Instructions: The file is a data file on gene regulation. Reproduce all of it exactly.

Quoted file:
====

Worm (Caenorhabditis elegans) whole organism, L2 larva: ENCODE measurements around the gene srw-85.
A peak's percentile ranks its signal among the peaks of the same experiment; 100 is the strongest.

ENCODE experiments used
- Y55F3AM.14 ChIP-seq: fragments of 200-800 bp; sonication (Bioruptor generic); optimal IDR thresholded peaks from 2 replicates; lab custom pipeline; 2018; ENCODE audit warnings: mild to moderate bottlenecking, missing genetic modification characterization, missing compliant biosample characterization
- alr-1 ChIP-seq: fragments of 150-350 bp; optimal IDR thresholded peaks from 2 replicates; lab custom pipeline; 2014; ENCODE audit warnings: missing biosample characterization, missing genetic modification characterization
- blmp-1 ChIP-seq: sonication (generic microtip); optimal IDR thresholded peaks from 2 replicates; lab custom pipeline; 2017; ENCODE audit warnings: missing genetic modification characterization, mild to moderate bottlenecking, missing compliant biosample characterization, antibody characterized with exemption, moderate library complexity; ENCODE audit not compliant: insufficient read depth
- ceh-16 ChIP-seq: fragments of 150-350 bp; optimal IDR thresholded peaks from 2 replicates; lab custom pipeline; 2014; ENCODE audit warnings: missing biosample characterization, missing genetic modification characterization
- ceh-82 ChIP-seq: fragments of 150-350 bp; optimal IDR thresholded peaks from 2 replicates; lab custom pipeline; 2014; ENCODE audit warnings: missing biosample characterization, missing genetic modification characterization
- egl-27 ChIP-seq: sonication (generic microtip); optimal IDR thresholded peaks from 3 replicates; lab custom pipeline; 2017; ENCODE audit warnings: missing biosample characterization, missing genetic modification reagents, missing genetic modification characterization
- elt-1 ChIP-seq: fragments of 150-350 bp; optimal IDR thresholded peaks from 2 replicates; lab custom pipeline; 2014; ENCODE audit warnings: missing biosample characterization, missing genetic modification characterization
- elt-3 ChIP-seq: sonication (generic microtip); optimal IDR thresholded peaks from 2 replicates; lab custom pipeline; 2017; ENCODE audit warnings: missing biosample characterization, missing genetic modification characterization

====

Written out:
Worm (Caenorhabditis elegans) whole organism, L2 larva: ENCODE measurements around the gene srw-85.
A peak's percentile ranks its signal among the peaks of the same experiment; 100 is the strongest.

ENCODE experiments used
- Y55F3AM.14 ChIP-seq: fragments of 200-800 bp; sonication (Bioruptor generic); optimal IDR thresholded peaks from 2 replicates; lab custom pipeline; 2018; ENCODE audit warnings: mild to moderate bottlenecking, missing genetic modification characterization, missing compliant biosample characterization
- alr-1 ChIP-seq: fragments of 150-350 bp; optimal IDR thresholded peaks from 2 replicates; lab custom pipeline; 2014; ENCODE audit warnings: missing biosample characterization, missing genetic modification characterization
- blmp-1 ChIP-seq: sonication (generic microtip); optimal IDR thresholded peaks from 2 replicates; lab custom pipeline; 2017; ENCODE audit warnings: missing genetic modification characterization, mild to moderate bottlenecking, missing compliant biosample characterization, antibody characterized with exemption, moderate library complexity; ENCODE audit not compliant: insufficient read depth
- ceh-16 ChIP-seq: fragments of 150-350 bp; optimal IDR thresholded peaks from 2 replicates; lab custom pipeline; 2014; ENCODE audit warnings: missing biosample characterization, missing genetic modification characterization
- ceh-82 ChIP-seq: fragments of 150-350 bp; optimal IDR thresholded peaks from 2 replicates; lab custom pipeline; 2014; ENCODE audit warnings: missing biosample characterization, missing genetic modification characterization
- egl-27 ChIP-seq: sonication (generic microtip); optimal IDR thresholded peaks from 3 replicates; lab custom pipeline; 2017; ENCODE audit warnings: missing biosample characterization, missing genetic modification reagents, missing genetic modification characterization
- elt-1 ChIP-seq: fragments of 150-350 bp; optimal IDR thresholded peaks from 2 replicates; lab custom pipeline; 2014; ENCODE audit warnings: missing biosample characterization, missing genetic modification characterization
- elt-3 ChIP-seq: sonication (generic microtip); optimal IDR thresholded peaks from 2 replicates; lab custom pipeline; 2017; ENCODE audit warnings: missing biosample characterization, missing genetic modification characterization